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Review of the Reviews: Money, Greed, and God: Why Capitalism Is the Solution and Not the Problem

February 3, 2012

Found a review of this book Money, Greed, and God: Why Capitalism Is the Solution and Not the Problem Jay W. Richards on CRI

Criticizing even Christians today as critical of capitalism (WOW; what a total turnaround from just 30 years ago!), it purports to debunk eight “myths”:

1–The Nirvana Myth, of the possibility of a perfect society in this world
2–The Piety Myth, or thinking that good intentions or simply loving Jesus solve all problems
3–The Zero-Sum Game Myth, that all economic trades are win-lose
4–The Materialist Myth, or “believing that wealth isn’t created, it’s simply transferred”
5–The Greed Myth, that all capitalism is founded on the deadly sin of greed
6–The Usury Myth, that Christianity necessarily opposes capitalism because of interest
7–The Artsy Myth, that capitalism necessarily creates ugly, cheap culture
8–The Freeze-Frame Myth, “believing that things always stay the same”

#1 ties in with the typical criticism of leftism as being “utopian”. But the way many rightists defend capitalism, they are in practice making the same mistake. This whole book and its reviews are a prime case where ideals are laid down, ignoring the sinful nature of men, who bend the system so that it does not work as they claim it does (points 3 and 4 are a great example of this).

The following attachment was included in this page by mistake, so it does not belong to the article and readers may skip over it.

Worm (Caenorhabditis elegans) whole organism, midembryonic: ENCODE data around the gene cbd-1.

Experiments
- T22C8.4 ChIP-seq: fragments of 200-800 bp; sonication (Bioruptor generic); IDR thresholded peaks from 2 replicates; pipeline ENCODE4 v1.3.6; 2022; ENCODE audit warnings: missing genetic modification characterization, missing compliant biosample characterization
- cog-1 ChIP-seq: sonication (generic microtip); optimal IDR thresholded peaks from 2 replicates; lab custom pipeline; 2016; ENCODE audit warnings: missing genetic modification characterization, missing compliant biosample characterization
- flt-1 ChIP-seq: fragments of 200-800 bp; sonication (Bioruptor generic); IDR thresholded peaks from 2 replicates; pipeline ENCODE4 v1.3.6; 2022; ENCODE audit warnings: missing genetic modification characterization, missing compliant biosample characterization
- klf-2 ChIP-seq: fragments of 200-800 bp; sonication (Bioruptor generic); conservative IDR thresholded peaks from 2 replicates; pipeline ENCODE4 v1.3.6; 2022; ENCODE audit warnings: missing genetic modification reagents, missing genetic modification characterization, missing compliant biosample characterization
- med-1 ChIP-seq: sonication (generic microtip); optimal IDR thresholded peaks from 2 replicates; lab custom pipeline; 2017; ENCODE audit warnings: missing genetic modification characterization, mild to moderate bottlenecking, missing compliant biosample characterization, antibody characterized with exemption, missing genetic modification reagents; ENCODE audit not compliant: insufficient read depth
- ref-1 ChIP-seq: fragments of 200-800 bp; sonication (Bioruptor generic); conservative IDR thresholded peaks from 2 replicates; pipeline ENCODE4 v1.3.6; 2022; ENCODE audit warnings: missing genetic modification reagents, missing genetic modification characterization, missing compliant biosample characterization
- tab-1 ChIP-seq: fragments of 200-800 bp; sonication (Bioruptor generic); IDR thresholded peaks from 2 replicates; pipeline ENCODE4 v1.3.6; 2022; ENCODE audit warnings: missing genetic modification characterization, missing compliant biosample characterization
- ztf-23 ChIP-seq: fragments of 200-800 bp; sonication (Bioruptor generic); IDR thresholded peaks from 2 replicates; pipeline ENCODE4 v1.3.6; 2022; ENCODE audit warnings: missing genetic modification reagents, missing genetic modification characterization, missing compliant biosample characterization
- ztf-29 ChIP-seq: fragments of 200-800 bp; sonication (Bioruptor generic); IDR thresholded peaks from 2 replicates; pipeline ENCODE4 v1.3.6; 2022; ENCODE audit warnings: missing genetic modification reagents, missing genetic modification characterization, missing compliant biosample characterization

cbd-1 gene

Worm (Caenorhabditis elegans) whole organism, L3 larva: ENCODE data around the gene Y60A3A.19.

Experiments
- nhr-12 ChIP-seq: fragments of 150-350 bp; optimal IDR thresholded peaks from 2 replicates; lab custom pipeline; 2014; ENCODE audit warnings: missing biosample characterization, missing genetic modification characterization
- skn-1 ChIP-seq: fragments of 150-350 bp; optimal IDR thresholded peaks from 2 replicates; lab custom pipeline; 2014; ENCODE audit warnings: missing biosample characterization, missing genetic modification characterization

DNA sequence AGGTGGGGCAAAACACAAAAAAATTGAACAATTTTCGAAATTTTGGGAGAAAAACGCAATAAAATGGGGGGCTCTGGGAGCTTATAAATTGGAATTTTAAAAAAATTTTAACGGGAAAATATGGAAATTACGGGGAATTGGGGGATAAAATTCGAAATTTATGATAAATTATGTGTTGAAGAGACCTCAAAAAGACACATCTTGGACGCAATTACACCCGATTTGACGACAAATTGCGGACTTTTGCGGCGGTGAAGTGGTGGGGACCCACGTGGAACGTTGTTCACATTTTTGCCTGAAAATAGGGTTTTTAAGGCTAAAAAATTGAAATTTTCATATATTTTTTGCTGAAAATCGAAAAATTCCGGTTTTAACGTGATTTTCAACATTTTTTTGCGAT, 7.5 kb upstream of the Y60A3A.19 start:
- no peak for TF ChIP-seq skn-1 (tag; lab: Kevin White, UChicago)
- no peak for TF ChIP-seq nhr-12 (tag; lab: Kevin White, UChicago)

But only when its flaws are unavoidably obvious, do they then come out with “no system is perfect”. The argument then becomes that (at least), it’s “better” than others, and thus, “the best in the world” (That’s the ultimate goal of their beliefs).
But this just dismisses the legitimate complaints of others under this system, while only their criticism of other systems are the only thing that’s valid.

#2 is arguing that using the “better”, more “practical” system is just as important as the more humane motives.

#3 and #4 is basically the whole “bigger pie” argument I discussed in earlier entries. Again, it ignores the loopholes and strings the powerful can pull, so that it in practice does seem to become a virtual “zero-sum” game. Just look at the economy! The failure for all this “wealth” to be “created” (when these people continue to be rewarded so richly, despite “overtaxing and overregulating” rhetoric), is just continued to be blamed on others (“liberals”, “socialism”, etc).

#5 dissociates capitalism from the sin it has become most associated with, but once again trumping ideals, often staked on the supposed “character” of the players (“…encourages enterprise. Entrepreneurs, including greedy ones, succeed by delaying their own gratification, by investing their wealth in creative but risky ventures that may or may not pan out”; “…not only channels greed into productive purposes, but unleashes human ingenuity, creativity, and willingness to risk as well”); and ignoring how they do not always play out that way in actual practice. It even claims “Rather than despising the market order, Christians should see it as God’s way of providentially governing the actions of billions of free agents in a fallen world.” (p. 214), which one reviewer ties to Adam Smith’s “invisible hand” concept, which is based on the notion of “providence” which supposedly made this country so great in the first place, including through stuff like conquest and slavery, which were also very financially oriented as we saw.
(I’ve even seen this “invisible hand” said to be the Illuminati’s title for God, but we take it for granted! The reviewer, now on p.1 of Amazon, also asks “Is Adam Smith being elevated to the status of prophet?”, and also points out some of the problems with the argumentation).

But if we accept point #1, we should not have to disprove that it leads to greed. If leftist ideals lead to one set of sins, then capitalism leads to others. there’s no “Nirvana”, remember!